The last time I visited Houston, I arrived at midnight. I was exhausted, but my mom was waiting for me with a to-go container filled with my favorite restaurant dish: enchiladas verdes—corn tortillas wrapped around crisp, juicy cubes of carnitas, dressed with a green salsa thick with avocados, tomatillos, cilantro and onions. And while it’s not the most traditional of Tex-Mex dishes, it’s what I often crave as there is no finer combination of flavors than salty sweet pork paired with tart tomatillos.
Carnitas, which means little meats in Spanish, come in several guises. Some people serve it stringy, like pulled pork. Some people serve it in huge chunks, with bits of bone still attached. And some serve it in smaller cubes, perfect for popping in your mouth. Though no matter how it’s presented, it’s always succulent slow-cooked pork that’s tender on the inside and crunchy on the out.
The state of Michoaca, Mexico is renowned for its carnitas. And for good reason—they cook huge hunks of pork shoulder in oversized copper pots filled with lard. It’s a decadent eating experience as the pork is slick and smooth with just enough texture to keep things interesting. Of course, after eating Michoacan carnitas you immediately fall into a pork-fat coma and can’t get up for days. I adore the Michoacan carnitas and have even made them a couple of times when I have had pounds of lard on hand. This past weekend, however, I was a bit short on pig fat and decided to try another recipe to see if I could approximate their porcine excellence without going whole hog.
After experimenting with a host of recipes (and suffering a spectacular failure with milk-braised carnitas that ended as an insipid pile of mush), I decided to try Diana Kennedy’s method. She recommends cooking the pork shoulder in water until the liquid has evaporated. Because you haven’t trimmed the fat off the pork, after the water is gone the pot is filled with rendered pork fat (aka lard!) that browns the outside to a caramelized crisp. It’s such a simple method that I had my doubts but figured it was at least worth a try.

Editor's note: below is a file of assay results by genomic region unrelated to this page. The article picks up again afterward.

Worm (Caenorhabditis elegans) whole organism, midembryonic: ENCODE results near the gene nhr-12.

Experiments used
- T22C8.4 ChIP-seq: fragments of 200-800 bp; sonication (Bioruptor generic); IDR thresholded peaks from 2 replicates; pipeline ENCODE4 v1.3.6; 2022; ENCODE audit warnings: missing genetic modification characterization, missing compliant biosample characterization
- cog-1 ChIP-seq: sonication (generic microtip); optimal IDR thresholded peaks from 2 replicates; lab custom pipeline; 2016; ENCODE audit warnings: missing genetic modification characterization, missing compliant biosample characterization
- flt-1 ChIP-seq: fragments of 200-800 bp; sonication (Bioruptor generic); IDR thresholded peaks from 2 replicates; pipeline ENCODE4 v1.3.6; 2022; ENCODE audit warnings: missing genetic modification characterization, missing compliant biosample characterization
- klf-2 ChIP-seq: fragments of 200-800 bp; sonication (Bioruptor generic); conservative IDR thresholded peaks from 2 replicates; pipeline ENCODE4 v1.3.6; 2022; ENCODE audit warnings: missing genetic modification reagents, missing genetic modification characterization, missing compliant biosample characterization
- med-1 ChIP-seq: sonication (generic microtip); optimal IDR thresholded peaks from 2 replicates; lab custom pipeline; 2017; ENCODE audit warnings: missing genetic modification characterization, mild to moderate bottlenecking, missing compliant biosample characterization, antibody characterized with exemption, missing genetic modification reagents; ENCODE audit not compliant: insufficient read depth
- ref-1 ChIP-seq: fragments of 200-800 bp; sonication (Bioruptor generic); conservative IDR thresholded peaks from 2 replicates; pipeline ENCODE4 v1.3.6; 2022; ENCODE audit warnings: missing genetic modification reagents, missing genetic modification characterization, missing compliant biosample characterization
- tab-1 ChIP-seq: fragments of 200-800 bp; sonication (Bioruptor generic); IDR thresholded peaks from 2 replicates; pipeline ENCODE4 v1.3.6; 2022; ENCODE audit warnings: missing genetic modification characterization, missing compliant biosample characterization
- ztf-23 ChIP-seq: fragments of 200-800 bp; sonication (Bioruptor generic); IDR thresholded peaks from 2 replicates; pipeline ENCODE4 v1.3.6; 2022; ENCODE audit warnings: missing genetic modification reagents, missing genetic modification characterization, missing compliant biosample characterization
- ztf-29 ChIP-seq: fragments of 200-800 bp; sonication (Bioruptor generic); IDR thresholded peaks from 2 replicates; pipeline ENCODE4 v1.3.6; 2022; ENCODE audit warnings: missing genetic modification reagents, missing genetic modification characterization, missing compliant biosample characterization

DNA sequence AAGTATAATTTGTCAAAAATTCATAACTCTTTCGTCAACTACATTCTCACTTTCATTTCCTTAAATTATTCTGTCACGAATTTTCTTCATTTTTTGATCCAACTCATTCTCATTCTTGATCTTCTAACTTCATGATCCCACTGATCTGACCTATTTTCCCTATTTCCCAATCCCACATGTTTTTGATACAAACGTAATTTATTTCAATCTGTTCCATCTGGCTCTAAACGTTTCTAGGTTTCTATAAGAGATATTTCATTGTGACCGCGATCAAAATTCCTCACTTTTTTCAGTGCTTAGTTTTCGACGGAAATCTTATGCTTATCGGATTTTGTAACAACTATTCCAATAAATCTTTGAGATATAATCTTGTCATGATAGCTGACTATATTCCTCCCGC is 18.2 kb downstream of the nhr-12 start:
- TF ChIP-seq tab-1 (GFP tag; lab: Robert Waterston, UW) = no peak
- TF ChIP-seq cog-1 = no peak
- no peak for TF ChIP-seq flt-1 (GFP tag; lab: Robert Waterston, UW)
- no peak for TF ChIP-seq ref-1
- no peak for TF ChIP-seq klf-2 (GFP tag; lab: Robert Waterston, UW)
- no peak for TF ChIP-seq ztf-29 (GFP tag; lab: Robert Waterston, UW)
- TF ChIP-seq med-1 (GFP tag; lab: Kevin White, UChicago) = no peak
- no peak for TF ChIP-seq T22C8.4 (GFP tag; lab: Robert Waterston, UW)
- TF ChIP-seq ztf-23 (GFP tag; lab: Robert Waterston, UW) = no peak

Before I made carnitas Kennedy’s way, however, I decided to eat some proper Michoacan carnitas as a point of comparison to her recipe. Most of the Mexican restaurants in New York City are owned by Pueblans, but there is one in the Bronx called Real Azteca that is proudly owned by Michoacans. And on a recent rainy Saturday, I hopped on the 2 train and made the journey uptown to eat carnitas made the Michoacan way.
Real Azteca is located in the Longwood section of the Bronx, right off a colorful, bustling stretch of Southern Boulevard. It’s a small, clean restaurant with a few seats at a counter and tables in an adjoining dining room. Crowded with Mexican families on this Saturday afternoon, the only seat available was at the counter. But I didn’t mind as this way I could watch the cooks press out tortillas and fry up quesadillas.
When I placed my order in Spanish, the man sitting next to me asked if I was aware that these were Michoacan carnitas. I nodded my head and said one word: “Manteca!” which means lard in Spanish. He laughed and said, “Si, si!” I must have made a good decision because two other people came up to the counter and nodded at the griddle saying, “The carnitas here are the best!”